Simon Geale, senior vice president at Proxima, said: “We are coming into a period of more doom and gloom for retailers.”
“With the vast majority of retailers still reeling from the spring/summer lockdown, the timing is devastating, if not wholly unexpected.
“We know that we are entering into the most crucial trading period in the calendar, and let’s be clear, a lot of retailers won’t make it through to spring next year.
“However, we have already seen many small independent retailers learn from the first lockdown.
“They have been a lot more proactive in informing their customers of how to interact with them over the coming weeks.
“Although consumers were planning to spend less over the Christmas period, they were forecast to spend a higher proportion of this in local shops.
“Maintaining some form of promotional dialogue and attempting to salvage some of this market share is therefore key for smaller retailers to survive this period.
“We expect retailers to keep marketing, and attempt to ensure they have as many open channels as possible. We know what to expect from a lockdown now, so retailers will have to fight for share of wallet.
“With the first lockdown, it was a case of ‘weathering the storm’ for smaller retailers rather than profiteering.
“Whilst the second lockdown will be increasingly difficult, they have come away with lessons in shifting their focus and effectively communicating with their customers.”
It’s arguable that for many independent retailers, their biggest rival is Amazon. The online retail giant experienced a spend of £10,000 per second on its products and services as hundreds of millions of customers turned to the ecommerce site during the first lockdown.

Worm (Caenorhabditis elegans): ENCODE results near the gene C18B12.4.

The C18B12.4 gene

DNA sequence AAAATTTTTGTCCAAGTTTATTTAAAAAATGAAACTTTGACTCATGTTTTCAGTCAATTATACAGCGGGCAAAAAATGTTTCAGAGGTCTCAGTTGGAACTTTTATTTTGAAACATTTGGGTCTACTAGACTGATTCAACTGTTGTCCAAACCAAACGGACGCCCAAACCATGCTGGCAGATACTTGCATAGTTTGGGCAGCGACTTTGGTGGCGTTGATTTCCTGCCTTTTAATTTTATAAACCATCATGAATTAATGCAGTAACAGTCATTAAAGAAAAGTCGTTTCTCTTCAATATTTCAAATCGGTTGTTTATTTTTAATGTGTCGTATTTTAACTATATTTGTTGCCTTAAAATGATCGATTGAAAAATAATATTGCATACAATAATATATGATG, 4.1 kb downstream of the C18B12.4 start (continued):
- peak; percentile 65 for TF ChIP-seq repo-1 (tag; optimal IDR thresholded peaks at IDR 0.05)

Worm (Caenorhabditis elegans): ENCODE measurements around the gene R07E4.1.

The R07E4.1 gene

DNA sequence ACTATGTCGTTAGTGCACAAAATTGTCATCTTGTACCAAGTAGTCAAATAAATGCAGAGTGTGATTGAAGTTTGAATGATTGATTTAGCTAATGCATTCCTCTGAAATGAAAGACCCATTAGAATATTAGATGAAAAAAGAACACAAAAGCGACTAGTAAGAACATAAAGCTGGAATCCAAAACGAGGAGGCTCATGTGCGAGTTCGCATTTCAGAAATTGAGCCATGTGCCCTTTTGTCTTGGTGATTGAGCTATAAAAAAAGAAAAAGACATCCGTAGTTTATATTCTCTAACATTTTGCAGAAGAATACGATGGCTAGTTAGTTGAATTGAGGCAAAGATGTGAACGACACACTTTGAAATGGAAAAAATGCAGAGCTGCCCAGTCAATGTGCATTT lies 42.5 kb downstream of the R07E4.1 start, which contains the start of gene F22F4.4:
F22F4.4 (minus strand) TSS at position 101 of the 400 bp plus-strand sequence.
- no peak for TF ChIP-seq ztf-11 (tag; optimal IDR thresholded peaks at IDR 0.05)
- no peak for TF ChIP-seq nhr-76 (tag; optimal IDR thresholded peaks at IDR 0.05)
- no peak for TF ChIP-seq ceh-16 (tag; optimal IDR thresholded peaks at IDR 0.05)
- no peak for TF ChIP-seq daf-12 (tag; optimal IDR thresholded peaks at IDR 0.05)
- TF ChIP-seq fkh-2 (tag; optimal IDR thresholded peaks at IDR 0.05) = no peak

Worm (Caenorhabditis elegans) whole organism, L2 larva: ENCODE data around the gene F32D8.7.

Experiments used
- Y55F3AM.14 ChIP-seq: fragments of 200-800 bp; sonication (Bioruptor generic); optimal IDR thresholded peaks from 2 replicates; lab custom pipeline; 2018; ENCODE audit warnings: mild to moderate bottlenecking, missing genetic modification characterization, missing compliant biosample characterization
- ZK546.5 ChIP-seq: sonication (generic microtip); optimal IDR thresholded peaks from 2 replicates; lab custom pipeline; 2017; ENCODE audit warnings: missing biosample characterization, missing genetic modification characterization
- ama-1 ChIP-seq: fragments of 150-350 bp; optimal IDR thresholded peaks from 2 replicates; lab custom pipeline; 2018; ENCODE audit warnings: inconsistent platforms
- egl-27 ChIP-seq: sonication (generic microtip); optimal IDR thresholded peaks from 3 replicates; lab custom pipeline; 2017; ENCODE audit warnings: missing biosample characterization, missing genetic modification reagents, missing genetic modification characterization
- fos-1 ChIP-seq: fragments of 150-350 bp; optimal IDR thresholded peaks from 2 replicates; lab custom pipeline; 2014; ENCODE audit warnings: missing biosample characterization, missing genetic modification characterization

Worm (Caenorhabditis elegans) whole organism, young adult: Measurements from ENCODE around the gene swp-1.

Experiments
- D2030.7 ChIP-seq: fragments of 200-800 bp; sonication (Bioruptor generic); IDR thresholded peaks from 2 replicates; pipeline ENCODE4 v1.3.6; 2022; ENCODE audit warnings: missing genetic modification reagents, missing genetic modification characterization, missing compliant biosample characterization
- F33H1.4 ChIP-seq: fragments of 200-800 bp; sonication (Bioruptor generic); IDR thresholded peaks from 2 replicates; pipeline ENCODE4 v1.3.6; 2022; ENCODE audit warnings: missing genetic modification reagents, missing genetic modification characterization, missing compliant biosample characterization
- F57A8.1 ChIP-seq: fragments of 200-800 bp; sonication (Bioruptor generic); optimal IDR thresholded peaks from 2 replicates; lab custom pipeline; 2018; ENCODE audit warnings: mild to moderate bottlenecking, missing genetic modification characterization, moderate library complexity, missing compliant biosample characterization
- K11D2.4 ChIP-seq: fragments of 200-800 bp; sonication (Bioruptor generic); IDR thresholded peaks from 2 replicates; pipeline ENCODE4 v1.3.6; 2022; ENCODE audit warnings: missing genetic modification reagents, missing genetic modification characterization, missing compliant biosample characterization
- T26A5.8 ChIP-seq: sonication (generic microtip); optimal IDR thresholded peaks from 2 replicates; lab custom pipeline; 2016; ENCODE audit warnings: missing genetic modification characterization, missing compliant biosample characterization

“The seller experience has worsened with Amazon implementing stricter rules”
However, David John of Loyalize said that instead of competing with them, many independent retailers – especially those that don’t have an online presence – quickly learned they needed to rely on Amazon as a channel to sell their products. He added that, according to a number of marketing surveys, when shoppers are thinking of buying an item, almost 50 per cent go straight to Amazon to search for it rather than Google or a retailer’s own site. Nonetheless, this can come with a hefty cost for independent retailers.
“Whilst independent sellers account for almost 50 per cent of sales on the site, they pay for it,” John told Retail Gazette.
“During the pandemic, the seller experience has worsened with Amazon implementing stricter rules about what could and could not be sold.
“Some sellers even saw all of their sales evaporite, whilst still paying monthly fees.